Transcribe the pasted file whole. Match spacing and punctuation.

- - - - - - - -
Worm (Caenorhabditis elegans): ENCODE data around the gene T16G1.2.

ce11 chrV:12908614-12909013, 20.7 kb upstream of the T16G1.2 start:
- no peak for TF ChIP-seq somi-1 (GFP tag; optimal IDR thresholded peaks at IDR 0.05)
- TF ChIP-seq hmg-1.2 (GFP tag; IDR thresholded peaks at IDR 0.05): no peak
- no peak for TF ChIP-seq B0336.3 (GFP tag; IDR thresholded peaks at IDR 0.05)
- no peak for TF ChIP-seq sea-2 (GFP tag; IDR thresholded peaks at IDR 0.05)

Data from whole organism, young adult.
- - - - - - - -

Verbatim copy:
Worm (Caenorhabditis elegans): ENCODE data around the gene T16G1.2.

ce11 chrV:12908614-12909013, 20.7 kb upstream of the T16G1.2 start:
- no peak for TF ChIP-seq somi-1 (GFP tag; optimal IDR thresholded peaks at IDR 0.05)
- TF ChIP-seq hmg-1.2 (GFP tag; IDR thresholded peaks at IDR 0.05): no peak
- no peak for TF ChIP-seq B0336.3 (GFP tag; IDR thresholded peaks at IDR 0.05)
- no peak for TF ChIP-seq sea-2 (GFP tag; IDR thresholded peaks at IDR 0.05)

Data from whole organism, young adult.